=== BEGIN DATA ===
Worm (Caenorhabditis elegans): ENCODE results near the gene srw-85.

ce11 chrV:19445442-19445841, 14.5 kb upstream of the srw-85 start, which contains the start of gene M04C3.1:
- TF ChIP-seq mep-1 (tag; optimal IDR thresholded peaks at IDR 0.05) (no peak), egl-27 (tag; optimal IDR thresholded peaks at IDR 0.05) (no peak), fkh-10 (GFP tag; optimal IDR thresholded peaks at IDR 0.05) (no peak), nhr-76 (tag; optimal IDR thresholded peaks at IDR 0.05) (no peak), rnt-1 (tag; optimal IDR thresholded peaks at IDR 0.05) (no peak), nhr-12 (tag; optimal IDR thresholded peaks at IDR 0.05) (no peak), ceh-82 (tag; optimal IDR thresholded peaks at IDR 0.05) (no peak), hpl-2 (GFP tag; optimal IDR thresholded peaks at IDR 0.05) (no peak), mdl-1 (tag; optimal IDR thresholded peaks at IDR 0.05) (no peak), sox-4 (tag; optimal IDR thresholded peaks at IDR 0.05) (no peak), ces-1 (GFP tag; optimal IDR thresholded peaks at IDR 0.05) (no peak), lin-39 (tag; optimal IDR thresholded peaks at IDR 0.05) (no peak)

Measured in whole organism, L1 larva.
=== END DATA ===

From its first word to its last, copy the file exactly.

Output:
Worm (Caenorhabditis elegans): ENCODE results near the gene srw-85.

ce11 chrV:19445442-19445841, 14.5 kb upstream of the srw-85 start, which contains the start of gene M04C3.1:
- TF ChIP-seq mep-1 (tag; optimal IDR thresholded peaks at IDR 0.05) (no peak), egl-27 (tag; optimal IDR thresholded peaks at IDR 0.05) (no peak), fkh-10 (GFP tag; optimal IDR thresholded peaks at IDR 0.05) (no peak), nhr-76 (tag; optimal IDR thresholded peaks at IDR 0.05) (no peak), rnt-1 (tag; optimal IDR thresholded peaks at IDR 0.05) (no peak), nhr-12 (tag; optimal IDR thresholded peaks at IDR 0.05) (no peak), ceh-82 (tag; optimal IDR thresholded peaks at IDR 0.05) (no peak), hpl-2 (GFP tag; optimal IDR thresholded peaks at IDR 0.05) (no peak), mdl-1 (tag; optimal IDR thresholded peaks at IDR 0.05) (no peak), sox-4 (tag; optimal IDR thresholded peaks at IDR 0.05) (no peak), ces-1 (GFP tag; optimal IDR thresholded peaks at IDR 0.05) (no peak), lin-39 (tag; optimal IDR thresholded peaks at IDR 0.05) (no peak)

Measured in whole organism, L1 larva.